Vintage Toronto Ads: Party at the PoP Shoppe

Originally published on Torontoist on November 15, 2011.

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Toronto Star, October 21, 1976.

For a child growing up in the 1970s or early 1980s, a trip to a PoP Shoppe depot was an eagerly awaited adventure. Running around the stacks of red cases filled with a rainbow of soda flavours, you’d wonder which varieties your parents were going to let you pick: Black Cherry? Lime Rickey? Tall bottles or stubbies? Spokespeople like Captain Cola and former Maple Leaf Eddie Shack didn’t need to do much enticing to get kids to drink the stuff.

Launched in London, Ontario, in May 1969, the PoP Shoppe built its initial business model on selling cases directly to the public from its own factory/warehouse facilities, at prices that were half of what supermarkets charged. Customers were, however, charged a three dollars deposit per case to ensure the bottles would be reused. The company estimated that the fee, considered high at the time, was responsible for 99 per cent of bottles being returned. When this ad appeared, most of the bottles produced when the company launched were still in circulation, in fact. In an interview with the Toronto Star, president Bruce Westwood touted the PoP Shoppe system’s benefits to the environment: “Can you imagine the amount of energy that would go into the manufacture of 35 cases of canned pop and the cartons, and the extra energy needed to destroy them all?”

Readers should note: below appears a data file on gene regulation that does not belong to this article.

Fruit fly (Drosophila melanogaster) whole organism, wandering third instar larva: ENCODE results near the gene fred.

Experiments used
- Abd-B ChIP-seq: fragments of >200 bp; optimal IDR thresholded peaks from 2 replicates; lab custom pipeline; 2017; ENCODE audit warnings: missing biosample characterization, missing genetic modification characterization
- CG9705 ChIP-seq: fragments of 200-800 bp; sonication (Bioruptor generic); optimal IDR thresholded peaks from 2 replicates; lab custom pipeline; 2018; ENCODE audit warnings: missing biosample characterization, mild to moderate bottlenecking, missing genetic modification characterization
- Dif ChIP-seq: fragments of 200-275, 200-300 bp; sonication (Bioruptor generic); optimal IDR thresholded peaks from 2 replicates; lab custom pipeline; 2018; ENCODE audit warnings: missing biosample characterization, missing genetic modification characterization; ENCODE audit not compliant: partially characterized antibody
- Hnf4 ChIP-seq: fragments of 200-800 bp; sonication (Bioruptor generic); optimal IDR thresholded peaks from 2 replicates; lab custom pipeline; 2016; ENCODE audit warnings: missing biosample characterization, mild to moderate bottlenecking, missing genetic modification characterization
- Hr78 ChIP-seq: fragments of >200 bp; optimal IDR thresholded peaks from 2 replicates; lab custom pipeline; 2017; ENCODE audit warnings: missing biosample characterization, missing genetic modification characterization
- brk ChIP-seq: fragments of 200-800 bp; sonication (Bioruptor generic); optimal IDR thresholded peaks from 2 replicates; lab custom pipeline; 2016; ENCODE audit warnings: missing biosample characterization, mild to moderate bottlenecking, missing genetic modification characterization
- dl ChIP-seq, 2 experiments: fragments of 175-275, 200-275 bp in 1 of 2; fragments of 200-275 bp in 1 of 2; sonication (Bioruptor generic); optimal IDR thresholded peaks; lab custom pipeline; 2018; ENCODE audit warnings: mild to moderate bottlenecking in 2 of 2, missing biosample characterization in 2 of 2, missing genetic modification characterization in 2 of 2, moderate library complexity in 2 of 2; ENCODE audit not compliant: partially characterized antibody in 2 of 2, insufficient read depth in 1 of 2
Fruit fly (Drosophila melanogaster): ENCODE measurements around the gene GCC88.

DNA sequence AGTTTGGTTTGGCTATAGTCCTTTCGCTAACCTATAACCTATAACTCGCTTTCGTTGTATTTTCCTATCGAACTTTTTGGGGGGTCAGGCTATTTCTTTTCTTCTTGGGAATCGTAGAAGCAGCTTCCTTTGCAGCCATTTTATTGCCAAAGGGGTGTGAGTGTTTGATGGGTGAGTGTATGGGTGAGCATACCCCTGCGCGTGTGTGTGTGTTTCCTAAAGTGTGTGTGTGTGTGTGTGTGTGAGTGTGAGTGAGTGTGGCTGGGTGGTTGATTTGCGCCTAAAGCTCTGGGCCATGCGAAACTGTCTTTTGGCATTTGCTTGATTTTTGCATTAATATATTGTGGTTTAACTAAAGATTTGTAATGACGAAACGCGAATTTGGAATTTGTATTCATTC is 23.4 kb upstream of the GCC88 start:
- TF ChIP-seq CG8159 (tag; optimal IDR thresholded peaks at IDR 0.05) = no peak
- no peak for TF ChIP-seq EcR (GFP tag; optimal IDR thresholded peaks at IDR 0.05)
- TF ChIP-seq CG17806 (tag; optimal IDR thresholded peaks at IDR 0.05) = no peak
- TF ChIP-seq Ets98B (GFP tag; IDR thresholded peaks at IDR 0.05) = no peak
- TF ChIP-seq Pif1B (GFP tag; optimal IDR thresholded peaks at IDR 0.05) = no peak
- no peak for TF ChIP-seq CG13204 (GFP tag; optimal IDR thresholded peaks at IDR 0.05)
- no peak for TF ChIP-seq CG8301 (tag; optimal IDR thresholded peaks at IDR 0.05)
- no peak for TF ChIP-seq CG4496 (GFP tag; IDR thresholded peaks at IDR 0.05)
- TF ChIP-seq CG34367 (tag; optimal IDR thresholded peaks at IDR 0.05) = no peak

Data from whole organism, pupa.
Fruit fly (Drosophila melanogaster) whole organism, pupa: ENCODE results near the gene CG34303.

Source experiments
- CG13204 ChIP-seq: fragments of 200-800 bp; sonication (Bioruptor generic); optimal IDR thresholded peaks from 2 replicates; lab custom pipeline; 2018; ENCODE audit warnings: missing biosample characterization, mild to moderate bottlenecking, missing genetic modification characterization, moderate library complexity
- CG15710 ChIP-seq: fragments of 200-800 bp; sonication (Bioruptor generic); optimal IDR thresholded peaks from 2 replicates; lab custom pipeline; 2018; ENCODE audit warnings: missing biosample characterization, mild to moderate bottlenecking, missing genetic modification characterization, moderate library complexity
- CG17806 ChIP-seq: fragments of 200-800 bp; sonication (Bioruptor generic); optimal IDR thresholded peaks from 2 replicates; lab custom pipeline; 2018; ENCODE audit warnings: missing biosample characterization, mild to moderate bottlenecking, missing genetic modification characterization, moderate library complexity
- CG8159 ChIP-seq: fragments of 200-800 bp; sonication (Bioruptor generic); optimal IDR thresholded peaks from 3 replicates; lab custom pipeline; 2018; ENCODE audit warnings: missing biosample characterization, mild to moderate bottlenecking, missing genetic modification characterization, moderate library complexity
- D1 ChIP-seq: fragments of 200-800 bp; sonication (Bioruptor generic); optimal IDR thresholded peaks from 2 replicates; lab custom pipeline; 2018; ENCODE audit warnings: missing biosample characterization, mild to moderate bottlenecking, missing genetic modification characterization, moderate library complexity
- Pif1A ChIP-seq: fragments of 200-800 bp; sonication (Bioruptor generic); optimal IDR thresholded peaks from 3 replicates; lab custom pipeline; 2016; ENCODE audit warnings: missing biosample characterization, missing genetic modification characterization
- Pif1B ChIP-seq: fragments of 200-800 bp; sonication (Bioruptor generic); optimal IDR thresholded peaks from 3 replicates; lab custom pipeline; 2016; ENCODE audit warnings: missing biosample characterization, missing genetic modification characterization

The company was in rapid expansion mode by the time the Dufferin and Lawrence location opened; sales rose from $1.2 million in 1973 to $17.1 million in 1976. Officials believed they could open 15 new plants a year, widen the franchisee base, expand into the United States, and enter joint ventures around the world. But the company was too ambitious in its goals: its debt-ridden foray south of the border proved the beginning of the end. Bottlers and franchisees complained of massive mark-ups designed to recoup corporate losses, and supermarket chains improved the quality and selection of their generic soda offerings. After the corporate parent went into receivership in late 1982, several bottlers attempted to keep the PoP Shoppe name alive, but it slowly faded from view until 2004, when the brand was revived as a nostalgic drink.